The North African Muslim country grants women more rights than other countries in the region, and since last year has allowed Muslim women to marry non-Muslim men.
But the protestors marching to the parliament building in Tunis on Saturday said they wanted to be compared with European women and to be entitled to the same inheritance rights.
Joined by some men, they carried slogans such as “In a civil state I take exactly what you take”, demanding an end to inheritance laws based on Islamic law. This usually grants men the double of what women get.
“It is true that Tunisian women have more rights compared to other Arab women but we want to be compared with European women,” said Kaouther Boulila, an activist.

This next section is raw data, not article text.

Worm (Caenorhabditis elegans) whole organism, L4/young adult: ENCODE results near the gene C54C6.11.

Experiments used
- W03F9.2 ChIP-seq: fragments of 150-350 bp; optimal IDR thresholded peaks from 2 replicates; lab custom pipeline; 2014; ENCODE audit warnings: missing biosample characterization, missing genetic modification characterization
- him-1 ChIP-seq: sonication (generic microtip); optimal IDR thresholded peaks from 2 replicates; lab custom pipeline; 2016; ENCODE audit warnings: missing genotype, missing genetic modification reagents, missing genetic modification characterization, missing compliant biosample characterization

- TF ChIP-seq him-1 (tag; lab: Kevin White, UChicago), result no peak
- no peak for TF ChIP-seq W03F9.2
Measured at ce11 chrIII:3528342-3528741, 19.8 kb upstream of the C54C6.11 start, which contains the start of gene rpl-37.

“We just want our rights.”
In August, President Beji Caid Essbsi, a secular politician, set up a committee to draft proposals to advance women’s rights.
Tunisia has been hailed as the only “Arab spring” success story following political freedoms introduced after the ousting of autocrat Zine El Abidine Ben Ali in 2011.
Economic growth has been disappointing, however, with high unemployment driving many young Tunisians who had joined the uprising, abroad.
Editing by Ulf Laessing; editing by Clelia Oziel